Eligibility for for UK/EU or international fees can be verified with Admissions. Learn more about fees for international students

We can also confirm that EU students who are already studying at the University of Birmingham or who have an offer to start their studies in the 2018-19 academic year will continue to be charged the UK fee rate applicable at the time, provided this continues to be permitted by UK law. The UK Government has also confirmed that students from the EU applying to courses starting in the 2018-19 academic year will not see any changes to their loan eligibility or fee status. This guarantee will apply for the full duration of the course, even if the course finishes after the UK has left the EU.

Paying your fees

Tuition fees can either be paid in full or by instalments. Learn more about postgraduate tuition fees and funding.

Scholarships and studentships

Scholarships to cover fees and/or maintenance costs may be available. To discover whether you are eligible for any award across the University, and to start your funding application, please visit the University's Postgraduate Funding Database.

International students can often gain funding through overseas research scholarships, Commonwealth scholarships or their home government.

Entry requirements

Our requirements for postgraduate research are dependent on the type of programme you are applying for:

  • For MRes and MA by Research programmes, entry to our programmes usually requires a good (normally a 2:1 or above) Honours degree, or an equivalent qualification if you were educated outside the UK.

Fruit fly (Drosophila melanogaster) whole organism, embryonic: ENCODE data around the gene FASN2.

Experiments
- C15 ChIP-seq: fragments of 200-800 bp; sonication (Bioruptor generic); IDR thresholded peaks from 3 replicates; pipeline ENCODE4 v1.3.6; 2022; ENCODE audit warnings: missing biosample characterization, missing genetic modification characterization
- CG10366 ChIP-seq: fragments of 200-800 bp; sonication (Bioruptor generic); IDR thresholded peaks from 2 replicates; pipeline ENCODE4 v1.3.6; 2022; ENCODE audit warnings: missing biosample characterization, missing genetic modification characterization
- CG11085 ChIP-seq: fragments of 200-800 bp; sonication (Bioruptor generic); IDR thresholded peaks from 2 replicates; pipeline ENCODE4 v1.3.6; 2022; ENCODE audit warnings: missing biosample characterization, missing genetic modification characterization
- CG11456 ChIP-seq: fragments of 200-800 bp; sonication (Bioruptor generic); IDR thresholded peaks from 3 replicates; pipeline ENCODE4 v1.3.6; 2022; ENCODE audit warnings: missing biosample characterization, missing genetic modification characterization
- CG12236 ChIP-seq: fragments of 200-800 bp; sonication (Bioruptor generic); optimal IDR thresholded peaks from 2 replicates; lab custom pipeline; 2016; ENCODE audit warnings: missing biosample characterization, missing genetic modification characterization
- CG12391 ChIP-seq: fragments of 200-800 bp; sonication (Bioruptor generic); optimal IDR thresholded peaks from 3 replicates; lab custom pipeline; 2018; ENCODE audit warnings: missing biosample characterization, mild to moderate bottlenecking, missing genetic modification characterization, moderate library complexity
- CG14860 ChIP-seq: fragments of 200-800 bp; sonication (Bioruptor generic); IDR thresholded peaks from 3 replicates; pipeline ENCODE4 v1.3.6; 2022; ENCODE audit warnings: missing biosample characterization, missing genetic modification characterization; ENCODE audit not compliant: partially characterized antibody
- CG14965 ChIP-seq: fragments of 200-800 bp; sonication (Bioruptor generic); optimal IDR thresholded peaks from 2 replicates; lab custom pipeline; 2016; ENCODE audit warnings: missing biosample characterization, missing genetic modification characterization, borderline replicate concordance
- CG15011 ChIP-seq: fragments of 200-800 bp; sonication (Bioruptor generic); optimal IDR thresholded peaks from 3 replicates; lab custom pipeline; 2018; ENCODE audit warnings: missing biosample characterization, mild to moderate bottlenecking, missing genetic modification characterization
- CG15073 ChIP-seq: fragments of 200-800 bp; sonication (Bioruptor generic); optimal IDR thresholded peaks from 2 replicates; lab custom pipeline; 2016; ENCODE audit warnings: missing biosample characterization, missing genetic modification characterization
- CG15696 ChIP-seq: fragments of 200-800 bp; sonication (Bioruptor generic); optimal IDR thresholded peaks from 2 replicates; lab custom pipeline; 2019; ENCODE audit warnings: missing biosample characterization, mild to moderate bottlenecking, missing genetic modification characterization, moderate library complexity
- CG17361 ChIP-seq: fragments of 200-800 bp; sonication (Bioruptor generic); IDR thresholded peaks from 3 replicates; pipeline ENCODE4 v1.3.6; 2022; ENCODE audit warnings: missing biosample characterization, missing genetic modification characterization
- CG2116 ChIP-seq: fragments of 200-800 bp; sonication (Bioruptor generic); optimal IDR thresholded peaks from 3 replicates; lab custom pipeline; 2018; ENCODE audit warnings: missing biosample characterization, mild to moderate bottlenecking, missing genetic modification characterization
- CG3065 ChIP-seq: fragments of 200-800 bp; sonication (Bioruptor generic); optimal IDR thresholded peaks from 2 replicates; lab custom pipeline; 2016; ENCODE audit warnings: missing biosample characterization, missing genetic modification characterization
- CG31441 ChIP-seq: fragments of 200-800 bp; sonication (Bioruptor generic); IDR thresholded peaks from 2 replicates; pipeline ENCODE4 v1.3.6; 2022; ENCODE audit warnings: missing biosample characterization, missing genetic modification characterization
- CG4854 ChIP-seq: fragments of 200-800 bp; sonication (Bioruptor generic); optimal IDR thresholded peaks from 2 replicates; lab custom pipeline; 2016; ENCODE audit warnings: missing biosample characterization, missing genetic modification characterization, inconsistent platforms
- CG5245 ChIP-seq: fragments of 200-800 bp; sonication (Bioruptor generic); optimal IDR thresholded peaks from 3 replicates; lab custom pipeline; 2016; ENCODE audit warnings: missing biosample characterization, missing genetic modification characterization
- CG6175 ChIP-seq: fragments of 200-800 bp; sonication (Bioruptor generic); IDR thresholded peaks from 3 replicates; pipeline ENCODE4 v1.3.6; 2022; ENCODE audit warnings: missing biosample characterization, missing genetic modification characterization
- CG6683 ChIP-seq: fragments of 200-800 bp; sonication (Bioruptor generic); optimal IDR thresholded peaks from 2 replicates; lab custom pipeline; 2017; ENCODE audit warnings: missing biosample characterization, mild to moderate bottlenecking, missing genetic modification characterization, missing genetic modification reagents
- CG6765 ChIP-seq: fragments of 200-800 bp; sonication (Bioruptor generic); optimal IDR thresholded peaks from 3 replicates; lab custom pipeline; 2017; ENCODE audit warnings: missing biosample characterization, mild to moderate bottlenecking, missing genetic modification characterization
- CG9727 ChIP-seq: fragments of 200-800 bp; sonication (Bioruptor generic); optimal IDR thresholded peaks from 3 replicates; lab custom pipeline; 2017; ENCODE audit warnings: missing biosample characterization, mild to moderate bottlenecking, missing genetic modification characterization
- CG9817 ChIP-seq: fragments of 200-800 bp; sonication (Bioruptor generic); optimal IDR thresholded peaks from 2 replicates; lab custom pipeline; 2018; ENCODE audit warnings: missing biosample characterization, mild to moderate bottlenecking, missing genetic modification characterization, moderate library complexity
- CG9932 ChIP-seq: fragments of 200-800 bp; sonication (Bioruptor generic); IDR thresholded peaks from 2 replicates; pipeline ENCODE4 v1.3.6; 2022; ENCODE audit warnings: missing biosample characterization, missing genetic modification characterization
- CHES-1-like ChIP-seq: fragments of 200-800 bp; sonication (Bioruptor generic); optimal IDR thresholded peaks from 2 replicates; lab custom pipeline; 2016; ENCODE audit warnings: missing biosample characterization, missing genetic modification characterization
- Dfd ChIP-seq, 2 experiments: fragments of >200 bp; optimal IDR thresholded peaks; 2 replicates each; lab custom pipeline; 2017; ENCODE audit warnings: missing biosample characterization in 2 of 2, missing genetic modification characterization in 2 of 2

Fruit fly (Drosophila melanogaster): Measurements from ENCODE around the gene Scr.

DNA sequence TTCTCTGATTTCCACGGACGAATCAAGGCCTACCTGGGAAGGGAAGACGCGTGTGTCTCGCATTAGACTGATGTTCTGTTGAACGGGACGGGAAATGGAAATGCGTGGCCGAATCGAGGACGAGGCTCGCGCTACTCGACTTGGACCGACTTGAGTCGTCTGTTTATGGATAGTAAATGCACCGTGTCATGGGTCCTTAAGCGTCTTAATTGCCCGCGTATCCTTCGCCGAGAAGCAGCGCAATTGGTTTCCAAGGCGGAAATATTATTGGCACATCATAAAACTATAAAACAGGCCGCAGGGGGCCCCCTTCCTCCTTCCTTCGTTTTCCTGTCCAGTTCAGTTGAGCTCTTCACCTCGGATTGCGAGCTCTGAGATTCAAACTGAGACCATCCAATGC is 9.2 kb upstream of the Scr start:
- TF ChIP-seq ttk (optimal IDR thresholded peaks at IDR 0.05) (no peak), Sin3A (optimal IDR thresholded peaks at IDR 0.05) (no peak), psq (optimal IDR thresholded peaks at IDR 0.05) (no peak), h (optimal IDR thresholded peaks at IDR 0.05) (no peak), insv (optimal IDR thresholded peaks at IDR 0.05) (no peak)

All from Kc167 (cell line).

• Applicants for a PhD will also need to hold a Masters qualification at Merit level or above (or its international equivalent).

Any academic and professional qualifications or relevant professional experience you may have are normally taken into account, and in some cases, form an integral part of the entrance requirements.

If you are applying for distance learning research programmes, you will also be required to demonstrate that you have the time, commitment, facilities and experience to study by distance learning.

If your qualifications are non-standard or different from the entry requirements stated here, please contact the admissions tutor.

International students

Academic requirements

We accept a range of qualifications; our country pages show you what qualifications we accept from your country.

English language requirements

You can satisfy our English language requirements in two ways:

How to apply

International students requiring visas

Monday 2 July 2018 is the application deadline for international students who require a visa to study in the United Kingdom. We are not able to consider applications for 2018 made after this date - a new application should be made for September 2019. Applications will reopen for 2019 entry by 21 September 2018.

Before you make your application

Please refer to our six step process on applying for PhD, MA by Research and MRes opportunities for Arts subject areas.

You may wish to register your interest with us to receive regular news and updates on postgraduate life within this Department and the wider University.

Making your application

When clicking on the Apply Now button you will be directed to an application specifically designed for the programme you wish to apply for where you will create an account with the University application system and submit your application and supporting documents online. Further information regarding how to apply online can be found on the How to apply pages

Apply now